United States District Court, E.D. Virginia, Richmond Division
A. GIBNEY, JR. UNITED STATES DISTRICT JUDGE.
Lamont Brewer, a federal inmate proceeding with counsel,
brings this 28 U.S.C. §2255 motion arguing that
Johnson v. United States, 135 S.Ct. 2551 (2015),
invalidates his conviction under 18 U.S.C. § 924(c).
(Dk. No. 39.) The government moved to dismiss the § 2255
motion. (Dk. No. 41.) As discussed below, the Court will
grant the government's motion to dismiss because
Brewer's claim lacks merit.
17, 2014, a grand jury charged Brewer with: conspiracy to
obstruct, delay, and affect commerce by robbery, in violation
of 18 U.S.C. § 1951 (Count One); three counts of
interference with commerce by robbery, in violation of §
1951 (Counts Two, Three, and Five); and use and carry of a
firearm during and in relation to a crime of violence, in
violation of § 924(c) (Count Four). (Dk. No. 1.) The
"crime[s] of violence" underlying Count Four were
interference with commerce by robbery ("Hobbs Act
robbery") allegedly committed on or about November 13,
2012; February 18, 2013; and March 25, 2013. Brewer pled
guilty to Counts One and Four. On November 5, 2014, the Court
sentenced Brewer to a total of 144 months of imprisonment.
(Dk. No. 27.)
filed a motion seeking appointment of counsel to raise a
claim for relief under Johnson on June 22, 2016,
which the Court granted on June 23, 2016. Brewer filed a
§ 2255 motion on June 26, 2016, asking the Court to hold
the § 2255 motion in abeyance pending a decision from
the Fourth Circuit regarding whether Hobbs Act robbery is a
"crime of violence" under § 924(c). Appointed
counsel filed an amended motion on July 15, 2016.
the government moved to dismiss, arguing that the relevant
statute of limitations barred the § 2255 motion. Brewer
responded that he timely filed his motion and renewed his
request that the Court hold his motion in abeyance. On
November 8, 2016, the Court held the motions in abeyance
pending the Supreme Court's decision in Sessions v.
Dimaya, 138 S.Ct. 1204 (2018). On July 30, 2018, the
Court stayed all motions pending the Fourth Circuit's
decision in United States v. Simms, 914 F.3d 229
(4th Cir. 2019), which was issued on January 24, 2019. On
June 24, 2019, the Supreme Court decided United States v.
Davis, 139 S.Ct. 2319 (2019). As Davis was
"the last Johnson domino to fall,"
Simms, 914 F.3d at 252, the Court will now decide
Johnson, the Supreme Court held "that imposing
an increased sentence under the residual clause of the Armed
Career Criminal Act [("ACCA") violates the
Constitution's guarantee of due process." 135 S.Ct.
at 2563. The Johnson Court found the definition of a
"violent felony" in the ACCA's residual clause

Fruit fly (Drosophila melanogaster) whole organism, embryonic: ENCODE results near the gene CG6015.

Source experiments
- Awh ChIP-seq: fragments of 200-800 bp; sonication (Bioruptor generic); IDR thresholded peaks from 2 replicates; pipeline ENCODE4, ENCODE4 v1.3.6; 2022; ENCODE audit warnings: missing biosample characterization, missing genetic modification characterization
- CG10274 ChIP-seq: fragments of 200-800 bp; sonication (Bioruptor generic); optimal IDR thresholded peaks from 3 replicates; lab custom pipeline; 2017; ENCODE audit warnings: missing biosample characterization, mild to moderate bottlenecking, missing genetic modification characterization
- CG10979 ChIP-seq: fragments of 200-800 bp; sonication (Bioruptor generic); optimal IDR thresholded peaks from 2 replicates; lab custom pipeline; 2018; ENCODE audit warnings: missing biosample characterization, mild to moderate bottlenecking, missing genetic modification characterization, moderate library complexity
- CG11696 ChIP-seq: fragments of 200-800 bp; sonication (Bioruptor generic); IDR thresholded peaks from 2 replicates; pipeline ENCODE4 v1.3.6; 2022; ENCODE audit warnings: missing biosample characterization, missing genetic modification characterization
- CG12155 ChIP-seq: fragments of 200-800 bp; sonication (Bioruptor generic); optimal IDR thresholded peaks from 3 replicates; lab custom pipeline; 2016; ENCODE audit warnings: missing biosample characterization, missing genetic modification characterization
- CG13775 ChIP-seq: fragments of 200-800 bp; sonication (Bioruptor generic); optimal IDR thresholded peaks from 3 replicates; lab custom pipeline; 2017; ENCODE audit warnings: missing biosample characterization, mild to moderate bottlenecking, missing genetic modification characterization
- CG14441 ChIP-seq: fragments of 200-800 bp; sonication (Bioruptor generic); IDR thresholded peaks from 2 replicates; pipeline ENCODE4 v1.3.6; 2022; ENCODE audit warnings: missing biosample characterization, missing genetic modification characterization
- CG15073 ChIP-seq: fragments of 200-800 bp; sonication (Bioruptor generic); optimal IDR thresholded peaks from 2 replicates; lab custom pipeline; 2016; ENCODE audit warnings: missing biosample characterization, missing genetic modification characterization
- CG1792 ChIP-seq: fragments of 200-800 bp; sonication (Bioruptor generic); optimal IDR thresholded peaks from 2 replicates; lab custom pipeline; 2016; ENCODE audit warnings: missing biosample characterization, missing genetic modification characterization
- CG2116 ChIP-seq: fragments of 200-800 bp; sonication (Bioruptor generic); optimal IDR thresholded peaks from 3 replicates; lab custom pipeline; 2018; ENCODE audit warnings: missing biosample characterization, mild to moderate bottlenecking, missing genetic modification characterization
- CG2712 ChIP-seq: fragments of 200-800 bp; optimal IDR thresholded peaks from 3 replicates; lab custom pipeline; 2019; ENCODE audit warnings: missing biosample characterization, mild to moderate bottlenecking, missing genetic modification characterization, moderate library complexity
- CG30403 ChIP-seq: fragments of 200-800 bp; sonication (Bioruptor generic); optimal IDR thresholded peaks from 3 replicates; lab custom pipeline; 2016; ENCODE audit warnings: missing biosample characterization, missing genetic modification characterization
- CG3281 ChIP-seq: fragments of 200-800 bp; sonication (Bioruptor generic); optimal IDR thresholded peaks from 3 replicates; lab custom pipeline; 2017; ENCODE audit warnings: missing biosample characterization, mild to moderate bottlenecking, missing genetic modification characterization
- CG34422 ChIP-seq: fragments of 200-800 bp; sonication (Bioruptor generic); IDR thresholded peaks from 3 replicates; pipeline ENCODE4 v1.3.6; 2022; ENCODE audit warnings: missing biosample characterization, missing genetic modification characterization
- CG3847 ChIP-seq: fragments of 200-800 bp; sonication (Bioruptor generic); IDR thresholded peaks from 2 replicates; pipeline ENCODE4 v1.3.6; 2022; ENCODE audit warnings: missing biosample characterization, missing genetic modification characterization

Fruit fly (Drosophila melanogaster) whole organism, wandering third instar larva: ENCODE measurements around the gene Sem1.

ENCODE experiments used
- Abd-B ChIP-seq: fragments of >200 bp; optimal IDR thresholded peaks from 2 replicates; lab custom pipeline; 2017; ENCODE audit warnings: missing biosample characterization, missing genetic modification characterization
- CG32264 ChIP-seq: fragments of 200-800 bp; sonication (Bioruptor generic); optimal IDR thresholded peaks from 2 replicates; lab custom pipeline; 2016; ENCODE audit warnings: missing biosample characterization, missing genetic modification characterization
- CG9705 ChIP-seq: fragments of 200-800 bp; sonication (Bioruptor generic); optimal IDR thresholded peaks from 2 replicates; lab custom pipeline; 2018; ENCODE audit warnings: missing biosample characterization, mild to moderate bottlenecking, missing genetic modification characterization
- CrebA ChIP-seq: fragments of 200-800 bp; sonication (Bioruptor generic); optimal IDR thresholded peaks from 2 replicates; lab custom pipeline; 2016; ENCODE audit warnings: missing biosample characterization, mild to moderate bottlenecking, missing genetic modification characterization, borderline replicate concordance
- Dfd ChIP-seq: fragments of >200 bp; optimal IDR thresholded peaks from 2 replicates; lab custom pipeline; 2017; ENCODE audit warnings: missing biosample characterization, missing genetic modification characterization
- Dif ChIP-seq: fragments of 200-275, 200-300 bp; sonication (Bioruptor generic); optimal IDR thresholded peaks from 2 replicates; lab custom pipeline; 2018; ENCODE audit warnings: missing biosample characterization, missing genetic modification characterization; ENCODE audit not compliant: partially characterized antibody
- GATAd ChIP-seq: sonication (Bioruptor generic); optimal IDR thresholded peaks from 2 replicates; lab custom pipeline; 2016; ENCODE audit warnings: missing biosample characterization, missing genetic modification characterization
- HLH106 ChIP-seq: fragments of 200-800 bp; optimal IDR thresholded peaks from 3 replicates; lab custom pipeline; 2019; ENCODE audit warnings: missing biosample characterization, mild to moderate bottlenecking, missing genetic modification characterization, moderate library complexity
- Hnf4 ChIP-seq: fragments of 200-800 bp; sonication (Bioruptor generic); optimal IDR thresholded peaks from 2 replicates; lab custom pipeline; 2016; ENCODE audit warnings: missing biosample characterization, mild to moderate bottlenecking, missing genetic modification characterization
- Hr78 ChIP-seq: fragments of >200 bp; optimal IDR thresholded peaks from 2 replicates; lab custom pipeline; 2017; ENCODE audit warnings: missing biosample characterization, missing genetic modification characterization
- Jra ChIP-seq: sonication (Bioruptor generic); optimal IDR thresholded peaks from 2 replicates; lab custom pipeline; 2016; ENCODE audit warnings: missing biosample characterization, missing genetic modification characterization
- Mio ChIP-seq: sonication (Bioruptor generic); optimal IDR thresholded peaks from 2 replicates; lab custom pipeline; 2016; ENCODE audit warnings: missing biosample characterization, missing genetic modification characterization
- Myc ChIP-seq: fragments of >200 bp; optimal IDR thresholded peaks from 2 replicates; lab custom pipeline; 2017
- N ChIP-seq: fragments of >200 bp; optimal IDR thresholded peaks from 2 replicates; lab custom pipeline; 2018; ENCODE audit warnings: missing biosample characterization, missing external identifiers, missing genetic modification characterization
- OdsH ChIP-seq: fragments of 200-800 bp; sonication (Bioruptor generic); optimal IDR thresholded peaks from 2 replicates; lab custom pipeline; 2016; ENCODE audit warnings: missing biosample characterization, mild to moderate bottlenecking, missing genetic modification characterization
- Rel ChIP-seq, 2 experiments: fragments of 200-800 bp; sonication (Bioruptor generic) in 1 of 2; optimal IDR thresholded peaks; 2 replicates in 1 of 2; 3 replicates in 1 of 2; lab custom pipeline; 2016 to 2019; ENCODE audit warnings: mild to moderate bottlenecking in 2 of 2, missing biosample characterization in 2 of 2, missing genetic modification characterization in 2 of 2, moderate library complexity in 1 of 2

unconstitutionally vague because the clause encompassed
"conduct that presents a serious potential risk of
physical injury to another," which defied clear
definition. Id. at 2557-58. Recently, the Fourth
Circuit in Simms, 914 F.3d at 236, and the Supreme
Court in Davis, 139 S.Ct. at 2336, deemed the
similarly worded residual clause of 18 U.S.C. § 924(c)
says that the "residual clause" of § 924(c)(3)
is unconstitutionally vague and that Hobbs Act robbery does
not qualify as a crime of violence under the "elements
clause" of § 924(c)(3). Accordingly, Brewer asserts
that Hobbs Act robbery cannot constitute a crime of violence,
so the Court must vacate his conviction for Count Four.
924(c)(1)(A) provides for consecutive periods of imprisonment
when a defendant uses or carries a firearm in furtherance of
a crime of violence. The law requires a minimum prison term
of five years, which increases to seven years if the
defendant brandishes the firearm and ten years if the
defendant discharges the firearm. An underlying offense
constitutes a crime of violence under § 924(c)(3) if it
is a felony and:
(A) has as an element the use, attempted use, or threatened
use of physical force against the person or property of
another [(the "elements clause")], or
(B) that by its nature, involves a substantial risk that
physical force against the person or property of another may
be used in the course of committing the offense [(the
Id. § 924(c)(3). As explained below, Hobbs Act
robbery constitutes a crime of violence under the elements
defendant is guilty of Hobbs Act robbery if he or she
"obstructs, delays, or affects commerce or the movement
of any article or commodity in commerce, by robbery... or
attempts or conspires so to do." Id. ...